“Close the distance,” she writes, “a text is better than nothing, a call is better than a text, a FaceTime is better than a call, and in person is best… it’s easy to hide behind an emoji, words, a voice, much harder to look into the eyes of someone you care about and lie. 

Don’t be so afraid of saying or doing the wrong thing that you do nothing… what you don’t want to live with is the wish that you had made the call, given the hug, asked the question, or held the hand… the past is past, can’t change it, so instead, let’s be a little better, kinder, more proactive in the future… especially during the holidays (which some people really struggle with).”

Eh. The first thing that jumps out at me here is, “the past is past, can’t be changed.” I disagree. The past can be changed. There’s an episode about that as well.

I’m learning a lot about changing the past these days as I do my podcast and educate myself on depression, PTSD, trauma and other mental health issues. Simply, we cannot change events of the past, but we can change our perception of those events. By changing our perception, we change the past.

I am a child of trauma. I need to nurture and allow that inner child to grow where that growth was stunted. How do I do that? First, by recognizing the signs. I read an article recently, a meme really, about the signs of unresolved childhood trauma in an adult. Each point was something I was not expecting, and each point was like a hammer blow between the eyes. Yes, there is a podcast about it.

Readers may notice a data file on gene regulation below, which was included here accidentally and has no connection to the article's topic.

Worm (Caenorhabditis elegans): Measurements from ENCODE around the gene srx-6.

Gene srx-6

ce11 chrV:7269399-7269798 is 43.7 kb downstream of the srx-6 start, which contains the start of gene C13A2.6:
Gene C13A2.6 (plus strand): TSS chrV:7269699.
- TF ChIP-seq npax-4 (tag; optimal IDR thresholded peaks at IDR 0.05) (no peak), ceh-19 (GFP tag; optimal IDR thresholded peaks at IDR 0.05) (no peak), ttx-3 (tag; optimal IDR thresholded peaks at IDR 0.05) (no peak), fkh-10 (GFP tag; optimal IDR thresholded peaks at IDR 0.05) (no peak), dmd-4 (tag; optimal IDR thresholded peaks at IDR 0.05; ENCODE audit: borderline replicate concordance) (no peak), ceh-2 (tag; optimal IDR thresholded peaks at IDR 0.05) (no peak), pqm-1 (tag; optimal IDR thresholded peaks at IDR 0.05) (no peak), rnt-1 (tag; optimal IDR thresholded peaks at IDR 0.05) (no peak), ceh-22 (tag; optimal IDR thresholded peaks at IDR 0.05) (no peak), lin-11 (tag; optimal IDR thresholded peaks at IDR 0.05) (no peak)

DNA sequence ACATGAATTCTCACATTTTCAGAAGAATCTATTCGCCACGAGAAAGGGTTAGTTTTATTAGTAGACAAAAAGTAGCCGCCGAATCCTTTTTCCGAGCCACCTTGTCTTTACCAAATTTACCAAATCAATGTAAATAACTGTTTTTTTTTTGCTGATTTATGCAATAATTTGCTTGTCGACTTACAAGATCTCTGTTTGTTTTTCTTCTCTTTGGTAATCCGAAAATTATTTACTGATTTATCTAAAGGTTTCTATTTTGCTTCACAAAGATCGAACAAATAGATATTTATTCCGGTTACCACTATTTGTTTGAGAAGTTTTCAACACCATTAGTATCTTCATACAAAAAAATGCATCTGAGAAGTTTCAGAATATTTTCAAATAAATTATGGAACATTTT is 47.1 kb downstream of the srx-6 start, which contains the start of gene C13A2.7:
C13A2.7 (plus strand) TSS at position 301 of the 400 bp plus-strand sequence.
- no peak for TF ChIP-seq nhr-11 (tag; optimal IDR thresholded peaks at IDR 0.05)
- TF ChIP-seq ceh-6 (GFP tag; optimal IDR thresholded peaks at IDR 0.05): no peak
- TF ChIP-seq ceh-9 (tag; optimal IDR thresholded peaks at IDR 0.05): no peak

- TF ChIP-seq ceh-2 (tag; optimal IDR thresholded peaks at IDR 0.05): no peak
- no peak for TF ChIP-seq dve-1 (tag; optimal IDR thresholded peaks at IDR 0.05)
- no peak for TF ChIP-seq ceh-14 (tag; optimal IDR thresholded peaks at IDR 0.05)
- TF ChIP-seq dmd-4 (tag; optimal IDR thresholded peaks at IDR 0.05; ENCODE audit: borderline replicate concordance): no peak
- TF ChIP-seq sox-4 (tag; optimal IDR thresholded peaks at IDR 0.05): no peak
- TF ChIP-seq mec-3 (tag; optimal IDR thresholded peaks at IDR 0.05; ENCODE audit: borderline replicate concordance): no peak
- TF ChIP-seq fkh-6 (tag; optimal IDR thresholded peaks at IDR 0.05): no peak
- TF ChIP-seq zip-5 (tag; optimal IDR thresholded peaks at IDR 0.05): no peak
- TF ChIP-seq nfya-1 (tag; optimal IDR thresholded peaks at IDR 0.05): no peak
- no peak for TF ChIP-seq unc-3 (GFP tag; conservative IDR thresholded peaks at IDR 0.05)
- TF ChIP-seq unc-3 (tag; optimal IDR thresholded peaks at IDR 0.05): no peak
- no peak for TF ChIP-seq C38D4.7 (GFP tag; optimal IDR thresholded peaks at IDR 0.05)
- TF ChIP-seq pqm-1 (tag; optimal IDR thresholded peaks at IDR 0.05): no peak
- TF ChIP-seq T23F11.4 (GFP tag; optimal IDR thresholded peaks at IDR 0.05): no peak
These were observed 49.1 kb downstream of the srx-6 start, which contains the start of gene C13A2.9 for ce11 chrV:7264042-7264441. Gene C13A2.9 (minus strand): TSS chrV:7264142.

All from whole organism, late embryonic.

Then, what are the more subtle signs of depression? I read this in an Instagram post from the Real Depression Project. The one that jumped out at me the most was, “rewatching old reruns of tv shows to feel comfortable and safe.” When I read that, everything clicked. I won’t get into the clicks here, but it had a profound effect on the way that I view my past, the way I perceive it, and the perception is helping me to change it.

The second thing that jumped out at me about what Dr. Welter wrote was, “…much harder to look into the eyes of someone you care about [and] lie.”

No, it’s pretty easy. Eh, I’ve been doing it for the better part of 51 years now. It may have been hard at first, but now? I am the master of disguise. I’ve worn the facade for so long, it is second nature to me.

Another thing she wrote that jumps out at me goes back to my brother and communication styles and what has helped me. If you have the emotional intelligence of a shrub, please don’t speak. Please, for the love of all that is holy, don’t offer advice and try to fix things. Just hug me. That could be all that I need. It could be enough.

But also understand that that is me. That’s my communication style, as revealed by multiple tests. I love, and am loved, through touch. It is what grounds me and centers me. It is what keeps me connected.

Communication, like therapy, is a two-way street. Just as there has to be a healthy therapeutic relationship established, understanding the communication style of the person you are reaching out to is of utmost importance.

The final thing that jumps out at me about that section is, “…what you don’t want to live with is the wish that you had made the call…”

Something about that bothers me and I do not know what. An interview I did with Leo Flowers, host of the podcast, “Before You Kill Yourself,” comes to mind (found on my website). We spoke about how it can be selfish of a person to say something like, “don’t kill yourself because I love you.” They miss the opportunity really understand you by placing themselves first.